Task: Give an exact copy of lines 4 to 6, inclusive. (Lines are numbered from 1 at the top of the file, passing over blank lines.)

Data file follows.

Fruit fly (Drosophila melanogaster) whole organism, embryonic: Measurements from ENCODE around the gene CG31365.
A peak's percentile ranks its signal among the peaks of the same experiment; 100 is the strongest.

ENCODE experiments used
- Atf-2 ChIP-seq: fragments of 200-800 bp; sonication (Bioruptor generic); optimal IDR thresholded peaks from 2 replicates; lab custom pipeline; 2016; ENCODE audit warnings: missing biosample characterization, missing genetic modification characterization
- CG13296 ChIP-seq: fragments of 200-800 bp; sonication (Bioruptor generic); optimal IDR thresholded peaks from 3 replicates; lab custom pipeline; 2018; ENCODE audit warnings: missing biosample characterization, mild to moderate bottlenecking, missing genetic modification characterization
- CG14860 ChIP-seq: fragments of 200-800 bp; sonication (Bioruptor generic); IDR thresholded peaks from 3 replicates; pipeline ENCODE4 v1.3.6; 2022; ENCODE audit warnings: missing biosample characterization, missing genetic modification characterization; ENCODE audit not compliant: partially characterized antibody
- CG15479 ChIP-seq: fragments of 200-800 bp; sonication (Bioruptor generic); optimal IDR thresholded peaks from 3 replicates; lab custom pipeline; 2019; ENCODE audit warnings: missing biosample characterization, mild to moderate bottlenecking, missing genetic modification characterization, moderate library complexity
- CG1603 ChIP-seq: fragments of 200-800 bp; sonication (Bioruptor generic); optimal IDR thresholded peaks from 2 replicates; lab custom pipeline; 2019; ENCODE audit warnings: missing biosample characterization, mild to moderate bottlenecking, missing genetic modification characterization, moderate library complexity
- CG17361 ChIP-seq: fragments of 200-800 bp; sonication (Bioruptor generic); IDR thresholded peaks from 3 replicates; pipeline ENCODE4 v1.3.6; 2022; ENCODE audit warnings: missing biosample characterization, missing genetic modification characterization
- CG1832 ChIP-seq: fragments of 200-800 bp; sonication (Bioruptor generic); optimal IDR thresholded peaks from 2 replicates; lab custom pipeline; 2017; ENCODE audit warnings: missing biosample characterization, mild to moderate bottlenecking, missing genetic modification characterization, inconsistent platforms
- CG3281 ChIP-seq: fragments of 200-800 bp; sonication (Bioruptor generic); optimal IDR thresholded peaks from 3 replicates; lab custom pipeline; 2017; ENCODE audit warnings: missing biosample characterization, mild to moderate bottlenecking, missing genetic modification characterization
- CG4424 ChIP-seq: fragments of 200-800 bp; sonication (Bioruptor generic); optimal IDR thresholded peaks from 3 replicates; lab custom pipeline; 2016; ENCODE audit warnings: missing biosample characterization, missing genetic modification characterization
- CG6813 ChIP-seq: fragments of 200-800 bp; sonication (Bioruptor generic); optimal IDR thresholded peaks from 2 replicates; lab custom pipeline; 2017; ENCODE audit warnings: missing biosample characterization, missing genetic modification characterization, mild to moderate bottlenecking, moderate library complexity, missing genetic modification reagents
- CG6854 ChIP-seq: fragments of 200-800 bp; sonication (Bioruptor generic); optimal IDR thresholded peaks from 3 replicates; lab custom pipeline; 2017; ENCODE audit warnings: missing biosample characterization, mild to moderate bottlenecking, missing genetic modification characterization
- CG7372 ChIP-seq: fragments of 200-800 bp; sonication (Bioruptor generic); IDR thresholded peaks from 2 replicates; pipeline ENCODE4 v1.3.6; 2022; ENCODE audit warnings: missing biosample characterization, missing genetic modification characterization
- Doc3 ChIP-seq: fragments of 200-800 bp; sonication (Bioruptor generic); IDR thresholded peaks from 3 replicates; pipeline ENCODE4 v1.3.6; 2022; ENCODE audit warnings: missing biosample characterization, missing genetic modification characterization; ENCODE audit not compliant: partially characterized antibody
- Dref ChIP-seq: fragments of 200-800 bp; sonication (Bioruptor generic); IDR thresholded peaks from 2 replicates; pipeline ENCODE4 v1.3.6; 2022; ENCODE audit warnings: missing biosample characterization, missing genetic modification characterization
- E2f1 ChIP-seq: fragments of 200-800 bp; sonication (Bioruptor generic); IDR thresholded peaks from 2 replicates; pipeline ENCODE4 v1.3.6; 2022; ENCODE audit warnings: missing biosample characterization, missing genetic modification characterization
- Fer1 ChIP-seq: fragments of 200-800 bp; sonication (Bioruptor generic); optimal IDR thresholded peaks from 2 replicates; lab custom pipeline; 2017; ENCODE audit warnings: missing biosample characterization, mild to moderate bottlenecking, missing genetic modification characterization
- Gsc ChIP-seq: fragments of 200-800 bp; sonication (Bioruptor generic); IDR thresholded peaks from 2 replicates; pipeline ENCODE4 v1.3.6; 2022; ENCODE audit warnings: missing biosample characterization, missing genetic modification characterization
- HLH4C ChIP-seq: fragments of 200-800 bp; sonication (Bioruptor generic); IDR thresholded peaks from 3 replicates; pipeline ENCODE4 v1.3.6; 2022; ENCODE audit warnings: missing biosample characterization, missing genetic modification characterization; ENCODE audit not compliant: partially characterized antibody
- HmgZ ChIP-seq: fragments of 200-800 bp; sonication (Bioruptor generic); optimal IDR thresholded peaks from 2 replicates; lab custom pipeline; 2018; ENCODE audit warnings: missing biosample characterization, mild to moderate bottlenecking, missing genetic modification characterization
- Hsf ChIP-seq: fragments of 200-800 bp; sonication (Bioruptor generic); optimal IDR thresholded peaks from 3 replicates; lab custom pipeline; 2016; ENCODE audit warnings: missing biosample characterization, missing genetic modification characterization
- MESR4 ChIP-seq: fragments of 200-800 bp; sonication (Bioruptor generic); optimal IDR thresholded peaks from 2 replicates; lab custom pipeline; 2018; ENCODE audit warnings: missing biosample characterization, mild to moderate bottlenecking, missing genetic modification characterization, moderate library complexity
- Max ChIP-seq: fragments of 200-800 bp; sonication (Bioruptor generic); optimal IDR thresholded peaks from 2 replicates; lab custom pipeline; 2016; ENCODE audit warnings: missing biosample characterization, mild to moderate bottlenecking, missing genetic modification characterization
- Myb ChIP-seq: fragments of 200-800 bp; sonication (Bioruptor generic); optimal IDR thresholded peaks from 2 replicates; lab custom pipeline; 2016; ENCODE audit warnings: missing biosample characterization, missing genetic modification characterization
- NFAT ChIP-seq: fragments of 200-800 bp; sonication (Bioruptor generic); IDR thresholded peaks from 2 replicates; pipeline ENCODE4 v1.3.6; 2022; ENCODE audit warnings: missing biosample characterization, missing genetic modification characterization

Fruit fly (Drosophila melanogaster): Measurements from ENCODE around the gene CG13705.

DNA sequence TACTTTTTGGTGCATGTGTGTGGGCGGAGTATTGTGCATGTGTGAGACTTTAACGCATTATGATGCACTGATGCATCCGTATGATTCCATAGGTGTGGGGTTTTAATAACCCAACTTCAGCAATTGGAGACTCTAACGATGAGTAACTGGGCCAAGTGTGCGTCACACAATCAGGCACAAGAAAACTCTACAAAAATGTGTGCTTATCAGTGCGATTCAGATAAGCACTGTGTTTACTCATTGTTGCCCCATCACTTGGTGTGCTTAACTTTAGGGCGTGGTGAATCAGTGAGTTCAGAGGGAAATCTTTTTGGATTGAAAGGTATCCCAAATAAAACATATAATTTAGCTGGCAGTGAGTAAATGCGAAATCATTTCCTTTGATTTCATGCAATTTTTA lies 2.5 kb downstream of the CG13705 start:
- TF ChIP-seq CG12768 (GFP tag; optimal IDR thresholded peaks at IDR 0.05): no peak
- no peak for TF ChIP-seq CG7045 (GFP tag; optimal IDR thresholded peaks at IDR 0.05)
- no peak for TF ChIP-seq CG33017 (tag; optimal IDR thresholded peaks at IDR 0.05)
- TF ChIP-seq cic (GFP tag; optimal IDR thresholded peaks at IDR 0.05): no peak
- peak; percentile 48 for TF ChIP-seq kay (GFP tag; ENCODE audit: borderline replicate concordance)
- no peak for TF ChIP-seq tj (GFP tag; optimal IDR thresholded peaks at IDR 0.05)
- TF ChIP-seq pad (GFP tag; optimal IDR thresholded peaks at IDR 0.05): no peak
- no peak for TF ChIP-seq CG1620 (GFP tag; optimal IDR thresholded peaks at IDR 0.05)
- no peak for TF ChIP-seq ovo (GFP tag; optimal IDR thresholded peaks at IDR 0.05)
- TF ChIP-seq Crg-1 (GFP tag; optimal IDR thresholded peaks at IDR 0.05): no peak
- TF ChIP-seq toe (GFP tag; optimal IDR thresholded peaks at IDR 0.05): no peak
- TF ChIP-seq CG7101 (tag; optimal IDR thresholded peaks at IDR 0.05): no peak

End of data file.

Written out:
- Atf-2 ChIP-seq: fragments of 200-800 bp; sonication (Bioruptor generic); optimal IDR thresholded peaks from 2 replicates; lab custom pipeline; 2016; ENCODE audit warnings: missing biosample characterization, missing genetic modification characterization
- CG13296 ChIP-seq: fragments of 200-800 bp; sonication (Bioruptor generic); optimal IDR thresholded peaks from 3 replicates; lab custom pipeline; 2018; ENCODE audit warnings: missing biosample characterization, mild to moderate bottlenecking, missing genetic modification characterization
- CG14860 ChIP-seq: fragments of 200-800 bp; sonication (Bioruptor generic); IDR thresholded peaks from 3 replicates; pipeline ENCODE4 v1.3.6; 2022; ENCODE audit warnings: missing biosample characterization, missing genetic modification characterization; ENCODE audit not compliant: partially characterized antibody